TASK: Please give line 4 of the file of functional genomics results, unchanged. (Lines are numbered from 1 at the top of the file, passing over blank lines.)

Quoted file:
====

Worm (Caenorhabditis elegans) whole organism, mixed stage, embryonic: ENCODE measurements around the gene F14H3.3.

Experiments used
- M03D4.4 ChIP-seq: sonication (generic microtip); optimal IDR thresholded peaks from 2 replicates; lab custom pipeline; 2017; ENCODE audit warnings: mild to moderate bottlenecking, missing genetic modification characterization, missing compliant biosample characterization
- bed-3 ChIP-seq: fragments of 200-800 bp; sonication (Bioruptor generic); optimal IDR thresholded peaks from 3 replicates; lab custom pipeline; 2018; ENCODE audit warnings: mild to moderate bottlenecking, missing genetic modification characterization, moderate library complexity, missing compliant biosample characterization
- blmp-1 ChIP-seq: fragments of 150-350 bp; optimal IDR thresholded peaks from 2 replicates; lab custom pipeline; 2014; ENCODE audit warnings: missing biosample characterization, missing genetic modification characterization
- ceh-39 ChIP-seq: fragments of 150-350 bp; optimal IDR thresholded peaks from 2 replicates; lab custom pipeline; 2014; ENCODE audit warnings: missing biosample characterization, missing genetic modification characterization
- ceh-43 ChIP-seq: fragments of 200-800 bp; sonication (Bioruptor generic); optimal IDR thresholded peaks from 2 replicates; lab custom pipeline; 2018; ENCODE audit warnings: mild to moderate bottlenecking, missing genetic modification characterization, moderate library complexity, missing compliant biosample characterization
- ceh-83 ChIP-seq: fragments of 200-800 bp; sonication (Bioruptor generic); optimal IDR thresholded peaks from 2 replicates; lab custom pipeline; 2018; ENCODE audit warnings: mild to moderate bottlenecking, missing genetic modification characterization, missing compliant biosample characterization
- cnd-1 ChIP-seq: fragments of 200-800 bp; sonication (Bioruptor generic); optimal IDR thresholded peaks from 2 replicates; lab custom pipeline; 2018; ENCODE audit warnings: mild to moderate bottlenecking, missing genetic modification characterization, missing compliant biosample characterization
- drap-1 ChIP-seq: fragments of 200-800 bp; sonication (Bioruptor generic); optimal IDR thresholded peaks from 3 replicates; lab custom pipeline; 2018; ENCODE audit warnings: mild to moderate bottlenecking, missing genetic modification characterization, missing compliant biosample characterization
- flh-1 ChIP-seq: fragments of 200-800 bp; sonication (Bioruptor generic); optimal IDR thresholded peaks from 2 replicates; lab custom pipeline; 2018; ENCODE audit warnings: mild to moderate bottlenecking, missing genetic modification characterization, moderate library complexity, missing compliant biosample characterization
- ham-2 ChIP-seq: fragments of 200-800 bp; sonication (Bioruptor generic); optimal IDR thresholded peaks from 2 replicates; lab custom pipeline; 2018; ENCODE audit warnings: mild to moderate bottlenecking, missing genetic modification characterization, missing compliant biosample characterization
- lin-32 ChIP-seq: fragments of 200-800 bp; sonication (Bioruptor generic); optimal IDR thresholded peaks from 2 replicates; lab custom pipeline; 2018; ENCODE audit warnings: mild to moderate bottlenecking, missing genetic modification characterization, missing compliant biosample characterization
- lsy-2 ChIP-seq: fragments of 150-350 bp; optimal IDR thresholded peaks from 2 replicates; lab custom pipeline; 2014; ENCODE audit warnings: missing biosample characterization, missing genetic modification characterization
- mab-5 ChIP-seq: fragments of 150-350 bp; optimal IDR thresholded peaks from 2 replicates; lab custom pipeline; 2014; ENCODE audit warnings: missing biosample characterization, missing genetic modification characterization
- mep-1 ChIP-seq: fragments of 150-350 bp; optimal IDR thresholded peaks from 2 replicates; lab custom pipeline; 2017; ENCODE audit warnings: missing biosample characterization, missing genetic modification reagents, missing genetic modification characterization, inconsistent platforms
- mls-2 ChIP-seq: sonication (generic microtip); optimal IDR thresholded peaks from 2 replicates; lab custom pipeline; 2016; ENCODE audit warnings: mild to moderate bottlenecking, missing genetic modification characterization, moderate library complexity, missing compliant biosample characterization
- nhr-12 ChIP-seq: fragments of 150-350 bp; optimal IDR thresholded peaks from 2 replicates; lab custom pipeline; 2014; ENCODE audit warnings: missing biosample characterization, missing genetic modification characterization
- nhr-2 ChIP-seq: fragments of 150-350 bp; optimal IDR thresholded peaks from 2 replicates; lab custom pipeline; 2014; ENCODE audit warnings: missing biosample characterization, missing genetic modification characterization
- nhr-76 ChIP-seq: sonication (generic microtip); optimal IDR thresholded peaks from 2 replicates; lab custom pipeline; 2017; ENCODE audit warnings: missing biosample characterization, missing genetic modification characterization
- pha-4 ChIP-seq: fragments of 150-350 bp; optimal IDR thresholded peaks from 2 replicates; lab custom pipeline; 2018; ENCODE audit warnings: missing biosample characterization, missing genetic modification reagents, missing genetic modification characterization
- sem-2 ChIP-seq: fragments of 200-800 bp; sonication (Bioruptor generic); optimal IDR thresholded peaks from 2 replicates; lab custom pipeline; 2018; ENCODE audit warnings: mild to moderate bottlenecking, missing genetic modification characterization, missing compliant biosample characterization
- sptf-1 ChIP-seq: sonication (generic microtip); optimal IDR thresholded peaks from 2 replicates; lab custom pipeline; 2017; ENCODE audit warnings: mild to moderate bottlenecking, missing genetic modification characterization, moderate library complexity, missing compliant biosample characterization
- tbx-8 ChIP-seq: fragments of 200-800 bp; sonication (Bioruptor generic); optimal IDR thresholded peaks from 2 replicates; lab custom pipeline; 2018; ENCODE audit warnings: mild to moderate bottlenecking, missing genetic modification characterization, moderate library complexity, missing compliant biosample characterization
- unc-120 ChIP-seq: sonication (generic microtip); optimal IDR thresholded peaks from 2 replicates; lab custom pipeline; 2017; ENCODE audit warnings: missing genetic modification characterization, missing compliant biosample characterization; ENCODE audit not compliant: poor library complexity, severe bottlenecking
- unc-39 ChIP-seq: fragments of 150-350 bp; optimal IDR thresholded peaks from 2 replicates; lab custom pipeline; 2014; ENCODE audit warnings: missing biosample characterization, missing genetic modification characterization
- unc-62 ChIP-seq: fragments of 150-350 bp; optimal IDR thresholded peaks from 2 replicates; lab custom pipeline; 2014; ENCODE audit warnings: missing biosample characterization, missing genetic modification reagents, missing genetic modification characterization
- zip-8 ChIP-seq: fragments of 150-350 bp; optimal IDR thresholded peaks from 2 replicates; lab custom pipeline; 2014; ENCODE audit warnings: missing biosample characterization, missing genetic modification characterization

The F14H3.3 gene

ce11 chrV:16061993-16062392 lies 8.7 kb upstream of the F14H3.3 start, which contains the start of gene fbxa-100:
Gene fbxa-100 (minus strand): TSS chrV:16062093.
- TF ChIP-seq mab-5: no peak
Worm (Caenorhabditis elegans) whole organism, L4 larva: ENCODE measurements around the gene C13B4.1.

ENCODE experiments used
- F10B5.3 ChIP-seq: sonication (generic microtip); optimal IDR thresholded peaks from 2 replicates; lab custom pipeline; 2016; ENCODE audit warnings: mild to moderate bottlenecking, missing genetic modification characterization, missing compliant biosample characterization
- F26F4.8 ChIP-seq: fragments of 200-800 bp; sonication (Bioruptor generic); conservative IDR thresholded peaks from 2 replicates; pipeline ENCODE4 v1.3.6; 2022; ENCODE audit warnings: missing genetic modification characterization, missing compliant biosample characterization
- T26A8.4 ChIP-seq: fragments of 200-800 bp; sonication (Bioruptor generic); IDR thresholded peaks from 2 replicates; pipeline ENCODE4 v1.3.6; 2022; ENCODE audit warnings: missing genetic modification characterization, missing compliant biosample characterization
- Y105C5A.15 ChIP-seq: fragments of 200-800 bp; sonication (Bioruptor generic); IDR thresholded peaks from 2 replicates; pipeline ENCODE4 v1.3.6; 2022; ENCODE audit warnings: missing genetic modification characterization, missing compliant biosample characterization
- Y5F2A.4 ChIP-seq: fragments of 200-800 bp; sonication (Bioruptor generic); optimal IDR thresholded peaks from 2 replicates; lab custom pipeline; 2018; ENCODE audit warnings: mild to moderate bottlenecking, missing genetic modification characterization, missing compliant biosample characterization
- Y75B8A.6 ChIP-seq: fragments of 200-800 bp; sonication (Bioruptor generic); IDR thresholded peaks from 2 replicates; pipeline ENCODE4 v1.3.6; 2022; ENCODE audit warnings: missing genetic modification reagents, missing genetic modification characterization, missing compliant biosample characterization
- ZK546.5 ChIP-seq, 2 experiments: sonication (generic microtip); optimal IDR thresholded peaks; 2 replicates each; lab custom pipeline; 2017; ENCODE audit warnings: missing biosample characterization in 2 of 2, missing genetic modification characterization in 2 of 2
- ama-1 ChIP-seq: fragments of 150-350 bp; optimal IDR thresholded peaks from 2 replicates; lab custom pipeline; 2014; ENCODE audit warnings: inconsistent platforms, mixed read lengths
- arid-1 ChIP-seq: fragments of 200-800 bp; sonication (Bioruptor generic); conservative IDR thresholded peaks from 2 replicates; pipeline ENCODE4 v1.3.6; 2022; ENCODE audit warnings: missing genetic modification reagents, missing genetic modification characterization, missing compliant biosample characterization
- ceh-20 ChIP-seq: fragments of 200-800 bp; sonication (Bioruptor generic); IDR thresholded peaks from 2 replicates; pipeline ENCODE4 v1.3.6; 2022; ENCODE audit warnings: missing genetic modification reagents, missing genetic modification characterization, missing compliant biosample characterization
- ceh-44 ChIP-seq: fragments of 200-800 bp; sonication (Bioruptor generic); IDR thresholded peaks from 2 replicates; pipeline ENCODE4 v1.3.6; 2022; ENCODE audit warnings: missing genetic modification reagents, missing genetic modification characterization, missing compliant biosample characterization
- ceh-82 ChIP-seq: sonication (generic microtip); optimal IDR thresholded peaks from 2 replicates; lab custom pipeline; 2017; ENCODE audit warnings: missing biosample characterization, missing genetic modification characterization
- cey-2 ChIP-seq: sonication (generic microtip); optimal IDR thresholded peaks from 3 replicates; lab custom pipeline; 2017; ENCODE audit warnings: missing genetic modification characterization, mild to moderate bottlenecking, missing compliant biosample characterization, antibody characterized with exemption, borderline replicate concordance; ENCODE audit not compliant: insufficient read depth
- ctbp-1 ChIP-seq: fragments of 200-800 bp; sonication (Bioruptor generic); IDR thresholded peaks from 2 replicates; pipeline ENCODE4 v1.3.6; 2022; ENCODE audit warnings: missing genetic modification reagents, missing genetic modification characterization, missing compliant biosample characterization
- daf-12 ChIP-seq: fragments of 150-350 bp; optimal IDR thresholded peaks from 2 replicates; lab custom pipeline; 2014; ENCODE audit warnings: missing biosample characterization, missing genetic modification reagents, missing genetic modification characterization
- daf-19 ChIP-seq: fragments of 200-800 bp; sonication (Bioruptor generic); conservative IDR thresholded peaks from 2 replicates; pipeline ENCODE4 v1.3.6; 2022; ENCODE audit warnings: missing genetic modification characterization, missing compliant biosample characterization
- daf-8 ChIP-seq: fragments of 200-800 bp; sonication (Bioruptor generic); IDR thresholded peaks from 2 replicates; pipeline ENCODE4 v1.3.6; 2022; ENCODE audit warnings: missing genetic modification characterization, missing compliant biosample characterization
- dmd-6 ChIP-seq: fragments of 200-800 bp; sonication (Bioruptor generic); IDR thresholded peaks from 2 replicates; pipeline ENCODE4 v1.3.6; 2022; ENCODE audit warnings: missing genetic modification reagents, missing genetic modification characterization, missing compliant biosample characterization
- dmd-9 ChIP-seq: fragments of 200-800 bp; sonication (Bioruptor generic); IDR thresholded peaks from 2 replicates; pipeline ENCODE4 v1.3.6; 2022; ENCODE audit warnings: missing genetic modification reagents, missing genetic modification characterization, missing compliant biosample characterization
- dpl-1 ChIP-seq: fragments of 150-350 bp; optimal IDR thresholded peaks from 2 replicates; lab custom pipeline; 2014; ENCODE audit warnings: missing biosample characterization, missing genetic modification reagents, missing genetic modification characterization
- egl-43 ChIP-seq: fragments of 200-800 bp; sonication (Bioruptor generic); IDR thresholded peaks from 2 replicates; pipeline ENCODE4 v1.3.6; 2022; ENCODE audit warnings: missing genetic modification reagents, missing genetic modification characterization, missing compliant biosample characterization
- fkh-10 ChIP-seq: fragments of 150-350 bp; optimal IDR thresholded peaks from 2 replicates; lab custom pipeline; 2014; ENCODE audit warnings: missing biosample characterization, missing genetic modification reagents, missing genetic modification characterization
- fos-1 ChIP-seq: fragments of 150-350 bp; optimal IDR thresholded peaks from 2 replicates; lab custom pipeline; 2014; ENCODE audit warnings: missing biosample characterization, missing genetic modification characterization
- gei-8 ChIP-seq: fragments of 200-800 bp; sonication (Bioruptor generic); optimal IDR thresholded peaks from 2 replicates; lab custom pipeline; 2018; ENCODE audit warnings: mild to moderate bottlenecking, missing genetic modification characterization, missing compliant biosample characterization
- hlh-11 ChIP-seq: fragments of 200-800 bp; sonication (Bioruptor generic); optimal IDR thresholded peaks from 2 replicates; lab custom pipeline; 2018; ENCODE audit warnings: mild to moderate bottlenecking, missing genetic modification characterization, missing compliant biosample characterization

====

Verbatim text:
- bed-3 ChIP-seq: fragments of 200-800 bp; sonication (Bioruptor generic); optimal IDR thresholded peaks from 3 replicates; lab custom pipeline; 2018; ENCODE audit warnings: mild to moderate bottlenecking, missing genetic modification characterization, moderate library complexity, missing compliant biosample characterization